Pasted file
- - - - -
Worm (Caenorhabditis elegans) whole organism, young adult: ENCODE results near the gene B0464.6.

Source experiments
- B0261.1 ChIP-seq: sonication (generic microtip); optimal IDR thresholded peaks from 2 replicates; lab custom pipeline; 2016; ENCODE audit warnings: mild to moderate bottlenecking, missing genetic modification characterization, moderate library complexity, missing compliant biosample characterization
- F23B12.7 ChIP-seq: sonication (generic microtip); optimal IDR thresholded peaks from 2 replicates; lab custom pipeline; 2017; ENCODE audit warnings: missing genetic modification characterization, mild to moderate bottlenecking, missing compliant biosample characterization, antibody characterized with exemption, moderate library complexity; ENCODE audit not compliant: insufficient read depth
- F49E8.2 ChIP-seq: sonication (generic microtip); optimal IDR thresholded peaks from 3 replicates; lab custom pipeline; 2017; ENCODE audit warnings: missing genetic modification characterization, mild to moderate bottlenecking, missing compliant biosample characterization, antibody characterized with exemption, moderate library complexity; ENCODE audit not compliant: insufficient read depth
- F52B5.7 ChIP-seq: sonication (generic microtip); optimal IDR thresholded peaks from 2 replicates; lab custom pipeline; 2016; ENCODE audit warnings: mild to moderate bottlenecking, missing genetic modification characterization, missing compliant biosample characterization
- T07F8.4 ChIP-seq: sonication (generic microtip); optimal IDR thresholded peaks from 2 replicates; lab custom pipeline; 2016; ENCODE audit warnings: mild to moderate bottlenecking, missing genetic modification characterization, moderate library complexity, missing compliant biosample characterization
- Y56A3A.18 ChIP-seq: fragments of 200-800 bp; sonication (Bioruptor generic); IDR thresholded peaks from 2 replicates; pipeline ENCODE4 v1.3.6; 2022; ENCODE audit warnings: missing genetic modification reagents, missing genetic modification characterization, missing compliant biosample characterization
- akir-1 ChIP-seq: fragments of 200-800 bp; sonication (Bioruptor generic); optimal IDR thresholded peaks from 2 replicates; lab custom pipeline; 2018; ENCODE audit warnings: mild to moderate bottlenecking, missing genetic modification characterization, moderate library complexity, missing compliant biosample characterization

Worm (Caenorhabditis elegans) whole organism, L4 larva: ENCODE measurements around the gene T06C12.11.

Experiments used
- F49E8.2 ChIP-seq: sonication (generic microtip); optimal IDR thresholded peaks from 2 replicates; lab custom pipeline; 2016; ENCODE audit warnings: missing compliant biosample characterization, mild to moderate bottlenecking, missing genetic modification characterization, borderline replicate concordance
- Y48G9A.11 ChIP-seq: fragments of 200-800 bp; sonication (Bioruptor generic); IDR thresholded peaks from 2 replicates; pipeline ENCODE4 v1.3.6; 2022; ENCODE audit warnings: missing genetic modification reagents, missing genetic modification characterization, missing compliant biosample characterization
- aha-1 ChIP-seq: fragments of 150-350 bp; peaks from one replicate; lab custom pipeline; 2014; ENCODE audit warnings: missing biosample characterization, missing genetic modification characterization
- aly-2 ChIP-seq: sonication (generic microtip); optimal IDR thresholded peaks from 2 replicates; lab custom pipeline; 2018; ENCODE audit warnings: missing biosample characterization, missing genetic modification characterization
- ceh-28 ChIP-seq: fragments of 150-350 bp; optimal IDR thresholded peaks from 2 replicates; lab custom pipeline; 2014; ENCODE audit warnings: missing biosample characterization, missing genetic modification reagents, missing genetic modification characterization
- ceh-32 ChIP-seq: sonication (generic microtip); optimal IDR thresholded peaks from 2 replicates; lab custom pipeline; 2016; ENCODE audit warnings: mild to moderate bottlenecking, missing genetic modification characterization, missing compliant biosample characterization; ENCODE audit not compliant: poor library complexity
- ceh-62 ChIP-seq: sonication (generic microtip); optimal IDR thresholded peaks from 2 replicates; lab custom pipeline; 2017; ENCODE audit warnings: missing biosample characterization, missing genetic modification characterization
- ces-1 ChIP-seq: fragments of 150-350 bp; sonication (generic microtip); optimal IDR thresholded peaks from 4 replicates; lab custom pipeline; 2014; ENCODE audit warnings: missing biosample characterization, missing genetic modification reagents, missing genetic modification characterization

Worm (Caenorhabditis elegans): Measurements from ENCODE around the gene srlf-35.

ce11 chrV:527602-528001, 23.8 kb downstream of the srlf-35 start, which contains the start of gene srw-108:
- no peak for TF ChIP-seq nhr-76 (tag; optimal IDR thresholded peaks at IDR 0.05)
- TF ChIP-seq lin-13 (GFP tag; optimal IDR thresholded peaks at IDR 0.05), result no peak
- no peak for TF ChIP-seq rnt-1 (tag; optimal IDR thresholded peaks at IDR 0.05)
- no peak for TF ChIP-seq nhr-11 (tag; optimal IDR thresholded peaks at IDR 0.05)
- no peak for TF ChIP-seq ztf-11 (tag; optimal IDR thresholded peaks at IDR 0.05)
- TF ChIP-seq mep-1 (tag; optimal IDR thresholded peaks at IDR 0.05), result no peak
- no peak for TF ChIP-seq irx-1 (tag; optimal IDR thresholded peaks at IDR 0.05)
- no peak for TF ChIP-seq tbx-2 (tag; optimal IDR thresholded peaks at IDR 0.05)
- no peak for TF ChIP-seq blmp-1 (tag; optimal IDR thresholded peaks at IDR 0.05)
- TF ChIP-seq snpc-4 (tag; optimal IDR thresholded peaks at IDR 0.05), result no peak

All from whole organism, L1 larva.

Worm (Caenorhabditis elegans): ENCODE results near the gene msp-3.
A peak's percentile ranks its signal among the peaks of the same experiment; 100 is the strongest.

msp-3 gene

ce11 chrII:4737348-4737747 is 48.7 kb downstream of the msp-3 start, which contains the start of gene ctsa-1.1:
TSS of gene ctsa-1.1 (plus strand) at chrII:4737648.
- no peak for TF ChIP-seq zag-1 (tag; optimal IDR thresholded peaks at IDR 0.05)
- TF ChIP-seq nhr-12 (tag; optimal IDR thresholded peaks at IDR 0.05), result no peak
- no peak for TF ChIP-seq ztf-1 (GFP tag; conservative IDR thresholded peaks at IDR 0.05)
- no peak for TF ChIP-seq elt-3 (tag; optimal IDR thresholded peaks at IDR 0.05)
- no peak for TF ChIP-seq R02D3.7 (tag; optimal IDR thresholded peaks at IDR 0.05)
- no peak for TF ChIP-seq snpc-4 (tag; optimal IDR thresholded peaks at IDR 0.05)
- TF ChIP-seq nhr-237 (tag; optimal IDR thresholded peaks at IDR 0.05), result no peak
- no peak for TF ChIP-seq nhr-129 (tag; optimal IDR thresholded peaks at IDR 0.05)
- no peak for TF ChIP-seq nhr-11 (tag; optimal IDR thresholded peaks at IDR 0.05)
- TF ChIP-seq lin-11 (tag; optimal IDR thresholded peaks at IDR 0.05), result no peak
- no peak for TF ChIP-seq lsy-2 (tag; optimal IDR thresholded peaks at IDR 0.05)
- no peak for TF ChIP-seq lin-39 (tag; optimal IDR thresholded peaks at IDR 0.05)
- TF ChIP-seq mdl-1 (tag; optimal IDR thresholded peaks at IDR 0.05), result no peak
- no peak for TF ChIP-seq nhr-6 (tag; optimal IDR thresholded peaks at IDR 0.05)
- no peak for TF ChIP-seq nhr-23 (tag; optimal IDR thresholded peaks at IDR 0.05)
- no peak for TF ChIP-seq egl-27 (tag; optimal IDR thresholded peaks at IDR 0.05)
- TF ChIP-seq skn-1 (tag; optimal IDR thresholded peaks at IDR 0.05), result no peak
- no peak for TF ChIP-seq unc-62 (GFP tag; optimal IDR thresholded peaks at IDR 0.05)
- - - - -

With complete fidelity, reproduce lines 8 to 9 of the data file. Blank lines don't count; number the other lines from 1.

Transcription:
- Y56A3A.18 ChIP-seq: fragments of 200-800 bp; sonication (Bioruptor generic); IDR thresholded peaks from 2 replicates; pipeline ENCODE4 v1.3.6; 2022; ENCODE audit warnings: missing genetic modification reagents, missing genetic modification characterization, missing compliant biosample characterization
- akir-1 ChIP-seq: fragments of 200-800 bp; sonication (Bioruptor generic); optimal IDR thresholded peaks from 2 replicates; lab custom pipeline; 2018; ENCODE audit warnings: mild to moderate bottlenecking, missing genetic modification characterization, moderate library complexity, missing compliant biosample characterization